Background Summary and Charge to the Subcommittee

                                                                       

In 1994, Congress passed the Dietary Supplement Health and Education Act (DSHEA) (P.L. 103-417).  This law amended the Federal Food, Drug, and Cosmetic Act (the Act) (21 U.S.C. 301 et seq.).  Among other things, DSHEA defined the term “dietary supplement.”  (See 21 U.S.C. § 321(ff)).  [NOTE: THE ACT DOES NOT ACTUALLY DEFINE “DIETARY INGREDIENT” BUT LISTS WHAT KINDS OF DIETARY INGREDIENTS ARE REQUIRED FOR PURPOSES OF DEFINING A DIETARY SUPPLEMENT]  Part of this statutory definition states that a “dietary supplement” is a product (other than tobacco) intended to supplement the diet that bears or contains one or more of the following dietary ingredients:

 

·        a vitamin

·        a mineral

·        an herb or other botanical

·        an amino acid

·        a dietary substance for use by man to supplement the diet by increasing the total dietary intake; or

·        a concentrate, metabolite, constituent, extract, or combination of any ingredient named above. [UNDERLINE IS NOT NECESSARY FOR “OF ANY INGREDIENT NAMED ABOVE”]

 

            The plain language of the Act and the statement of agreement that constitutes the legislative history of DSHEA do not provide an explanation of the scope or nature of the substances intended to be encompassed by the term “metabolite.”  The ordinary, usual meaning of the term is of limited usefulness in identifying substances that may be encompassed by the term “metabolite.”  For example, the term “metabolite” is defined differently by dictionaries and other reference sources:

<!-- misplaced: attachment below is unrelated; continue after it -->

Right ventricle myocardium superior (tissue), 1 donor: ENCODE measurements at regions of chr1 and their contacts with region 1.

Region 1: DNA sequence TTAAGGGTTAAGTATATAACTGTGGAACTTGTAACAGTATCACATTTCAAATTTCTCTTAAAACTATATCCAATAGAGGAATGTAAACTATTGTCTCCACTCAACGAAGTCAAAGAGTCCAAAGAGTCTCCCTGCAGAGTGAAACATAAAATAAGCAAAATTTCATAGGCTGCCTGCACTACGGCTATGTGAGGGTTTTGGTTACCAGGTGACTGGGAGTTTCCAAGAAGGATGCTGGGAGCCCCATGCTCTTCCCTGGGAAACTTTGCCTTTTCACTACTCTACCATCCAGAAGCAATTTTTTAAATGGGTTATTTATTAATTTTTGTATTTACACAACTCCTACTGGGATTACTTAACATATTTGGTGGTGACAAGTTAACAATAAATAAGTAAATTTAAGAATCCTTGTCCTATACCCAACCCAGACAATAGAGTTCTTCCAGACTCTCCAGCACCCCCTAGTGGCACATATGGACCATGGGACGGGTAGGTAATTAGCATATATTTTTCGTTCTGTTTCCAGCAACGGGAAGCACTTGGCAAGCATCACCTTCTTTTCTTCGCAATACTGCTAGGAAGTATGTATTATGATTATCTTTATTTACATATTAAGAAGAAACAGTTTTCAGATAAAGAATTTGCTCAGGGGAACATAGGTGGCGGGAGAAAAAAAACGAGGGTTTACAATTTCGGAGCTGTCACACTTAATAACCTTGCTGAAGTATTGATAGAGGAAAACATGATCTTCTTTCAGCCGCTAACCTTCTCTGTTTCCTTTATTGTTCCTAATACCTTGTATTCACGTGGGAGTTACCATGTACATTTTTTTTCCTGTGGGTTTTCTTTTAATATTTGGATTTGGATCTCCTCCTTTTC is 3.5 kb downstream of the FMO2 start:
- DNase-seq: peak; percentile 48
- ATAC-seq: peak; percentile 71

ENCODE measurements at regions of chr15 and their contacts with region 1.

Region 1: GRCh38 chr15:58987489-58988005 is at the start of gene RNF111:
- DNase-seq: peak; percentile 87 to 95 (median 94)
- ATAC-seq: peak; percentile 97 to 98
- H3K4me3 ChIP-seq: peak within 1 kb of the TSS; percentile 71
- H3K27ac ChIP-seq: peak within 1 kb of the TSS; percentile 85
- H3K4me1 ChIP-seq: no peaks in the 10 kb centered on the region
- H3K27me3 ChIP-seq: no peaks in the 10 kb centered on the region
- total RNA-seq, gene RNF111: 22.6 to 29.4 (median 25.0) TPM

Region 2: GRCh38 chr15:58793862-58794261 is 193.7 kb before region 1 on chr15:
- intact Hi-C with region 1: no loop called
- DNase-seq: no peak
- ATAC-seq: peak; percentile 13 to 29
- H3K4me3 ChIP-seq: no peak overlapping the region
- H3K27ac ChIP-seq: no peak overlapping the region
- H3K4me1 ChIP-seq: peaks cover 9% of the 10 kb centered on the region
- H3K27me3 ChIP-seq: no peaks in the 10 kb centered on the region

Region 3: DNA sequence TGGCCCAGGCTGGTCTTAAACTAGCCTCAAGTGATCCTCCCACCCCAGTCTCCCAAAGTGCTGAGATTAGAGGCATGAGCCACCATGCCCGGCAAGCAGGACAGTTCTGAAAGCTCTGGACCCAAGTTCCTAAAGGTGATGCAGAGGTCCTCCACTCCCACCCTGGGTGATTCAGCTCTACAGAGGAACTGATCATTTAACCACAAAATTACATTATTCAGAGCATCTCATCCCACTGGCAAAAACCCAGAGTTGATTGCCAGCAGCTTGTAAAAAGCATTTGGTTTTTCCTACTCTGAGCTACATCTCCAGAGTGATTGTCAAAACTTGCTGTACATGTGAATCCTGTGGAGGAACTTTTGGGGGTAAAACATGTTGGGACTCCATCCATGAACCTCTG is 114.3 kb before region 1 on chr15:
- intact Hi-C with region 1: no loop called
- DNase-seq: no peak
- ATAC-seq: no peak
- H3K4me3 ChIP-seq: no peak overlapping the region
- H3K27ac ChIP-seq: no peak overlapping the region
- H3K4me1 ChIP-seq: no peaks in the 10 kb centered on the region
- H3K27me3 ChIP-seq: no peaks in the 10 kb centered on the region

·        A product of metabolism; a substance essential to the metabolism of a particular organism or a particular metabolic process [Merriam-Webster Dictionary]

·        Any substance produced by metabolism or by a metabolic process [The Cancer WEB Project, cancerweb.ncl.ac.uk]

·        aAny product or substrate (foodstuff, intermediate, waste product) of metabolism, especially catabolism [Stedman’s Medical Dictionary, www.stedmans.com]

·        a product of metabolism; a metabolic waste usually more or less toxic to the organism producing it; a product of one process that is essential to another such process in the same organism; a metabolic waste of one organism that is markedly toxic to another; a substance essential to the metabolism of a particular organism or to a particular metabolic process [FastHealth Interactive Healthcare, www.fasthealth.com]

 

            These definitions appear to suggest that any substance present in an organism is a “metabolite.”  The definitions, however, do not address when a particular substance is a metabolite of another dietary ingredient.[1]  This fact is important to determining  whether a substance is a dietary ingredient for purposes of identifying a “dietary supplement” under the Act.  Therefore, in the context of substances that are produced and utilized in metabolic systems, the basic question at hand with respect to defining the term “metabolite” is whether it is possible to identify particular scientific criteria, principles, or conventions that enable a determination to be made about when a substance is or is not a metabolite of another dietary ingredient.



[1] For present purposes, “another dietary ingredient” means a vitamin, mineral, herb or other botanical, amino acid, or dietary substance for use by man to supplement the diet by increasing the total dietary intake.